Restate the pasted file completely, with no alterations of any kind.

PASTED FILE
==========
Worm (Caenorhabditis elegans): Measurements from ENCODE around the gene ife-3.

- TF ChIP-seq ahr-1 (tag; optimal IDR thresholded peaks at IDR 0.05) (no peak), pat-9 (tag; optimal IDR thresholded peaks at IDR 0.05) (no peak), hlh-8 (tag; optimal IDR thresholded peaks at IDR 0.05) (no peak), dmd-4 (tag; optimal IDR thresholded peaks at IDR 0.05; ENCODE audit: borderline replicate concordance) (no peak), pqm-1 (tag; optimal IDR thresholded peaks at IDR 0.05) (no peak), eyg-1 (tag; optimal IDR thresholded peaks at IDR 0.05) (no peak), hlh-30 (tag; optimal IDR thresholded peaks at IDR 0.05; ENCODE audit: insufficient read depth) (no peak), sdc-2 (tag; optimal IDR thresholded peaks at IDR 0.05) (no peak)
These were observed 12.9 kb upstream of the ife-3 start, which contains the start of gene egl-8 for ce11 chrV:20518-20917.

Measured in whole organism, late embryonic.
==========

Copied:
Worm (Caenorhabditis elegans): Measurements from ENCODE around the gene ife-3.

- TF ChIP-seq ahr-1 (tag; optimal IDR thresholded peaks at IDR 0.05) (no peak), pat-9 (tag; optimal IDR thresholded peaks at IDR 0.05) (no peak), hlh-8 (tag; optimal IDR thresholded peaks at IDR 0.05) (no peak), dmd-4 (tag; optimal IDR thresholded peaks at IDR 0.05; ENCODE audit: borderline replicate concordance) (no peak), pqm-1 (tag; optimal IDR thresholded peaks at IDR 0.05) (no peak), eyg-1 (tag; optimal IDR thresholded peaks at IDR 0.05) (no peak), hlh-30 (tag; optimal IDR thresholded peaks at IDR 0.05; ENCODE audit: insufficient read depth) (no peak), sdc-2 (tag; optimal IDR thresholded peaks at IDR 0.05) (no peak)
These were observed 12.9 kb upstream of the ife-3 start, which contains the start of gene egl-8 for ce11 chrV:20518-20917.

Measured in whole organism, late embryonic.